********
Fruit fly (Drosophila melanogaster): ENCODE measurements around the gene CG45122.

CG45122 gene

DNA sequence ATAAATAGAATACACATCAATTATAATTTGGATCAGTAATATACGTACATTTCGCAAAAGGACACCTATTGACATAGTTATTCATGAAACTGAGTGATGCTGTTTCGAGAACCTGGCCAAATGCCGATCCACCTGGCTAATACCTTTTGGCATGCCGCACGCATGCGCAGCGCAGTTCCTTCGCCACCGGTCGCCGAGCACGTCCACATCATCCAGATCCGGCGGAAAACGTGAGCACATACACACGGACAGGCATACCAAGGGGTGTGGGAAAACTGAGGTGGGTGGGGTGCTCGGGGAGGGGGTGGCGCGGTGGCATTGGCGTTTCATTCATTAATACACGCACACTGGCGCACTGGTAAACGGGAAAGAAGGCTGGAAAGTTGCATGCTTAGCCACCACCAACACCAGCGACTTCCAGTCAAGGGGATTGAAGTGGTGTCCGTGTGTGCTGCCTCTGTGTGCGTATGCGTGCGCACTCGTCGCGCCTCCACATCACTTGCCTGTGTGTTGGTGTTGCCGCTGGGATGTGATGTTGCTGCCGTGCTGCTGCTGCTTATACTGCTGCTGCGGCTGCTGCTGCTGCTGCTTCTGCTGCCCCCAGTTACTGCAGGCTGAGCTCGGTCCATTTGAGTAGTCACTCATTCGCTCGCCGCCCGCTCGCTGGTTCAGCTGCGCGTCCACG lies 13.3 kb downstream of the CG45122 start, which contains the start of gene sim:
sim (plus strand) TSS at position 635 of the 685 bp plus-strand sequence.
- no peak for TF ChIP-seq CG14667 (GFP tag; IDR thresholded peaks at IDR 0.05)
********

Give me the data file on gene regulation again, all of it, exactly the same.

Fruit fly (Drosophila melanogaster): ENCODE measurements around the gene CG45122.

CG45122 gene

DNA sequence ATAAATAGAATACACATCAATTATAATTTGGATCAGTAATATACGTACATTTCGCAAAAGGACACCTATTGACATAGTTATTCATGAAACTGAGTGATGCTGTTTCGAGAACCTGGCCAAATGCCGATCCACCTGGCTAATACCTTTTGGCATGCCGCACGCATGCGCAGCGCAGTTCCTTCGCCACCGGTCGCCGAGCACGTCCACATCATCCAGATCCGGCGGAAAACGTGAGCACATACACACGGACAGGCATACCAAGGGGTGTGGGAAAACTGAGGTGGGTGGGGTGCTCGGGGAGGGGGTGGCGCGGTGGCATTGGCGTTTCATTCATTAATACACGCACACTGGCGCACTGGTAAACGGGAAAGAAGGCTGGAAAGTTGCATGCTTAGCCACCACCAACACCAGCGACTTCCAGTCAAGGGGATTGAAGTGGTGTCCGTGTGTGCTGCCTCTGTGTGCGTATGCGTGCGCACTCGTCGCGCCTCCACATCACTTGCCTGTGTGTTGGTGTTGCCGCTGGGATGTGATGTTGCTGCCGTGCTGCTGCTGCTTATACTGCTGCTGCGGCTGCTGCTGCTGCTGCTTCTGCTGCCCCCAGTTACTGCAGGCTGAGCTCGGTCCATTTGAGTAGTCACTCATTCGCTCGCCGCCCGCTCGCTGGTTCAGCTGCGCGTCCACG lies 13.3 kb downstream of the CG45122 start, which contains the start of gene sim:
sim (plus strand) TSS at position 635 of the 685 bp plus-strand sequence.
- no peak for TF ChIP-seq CG14667 (GFP tag; IDR thresholded peaks at IDR 0.05)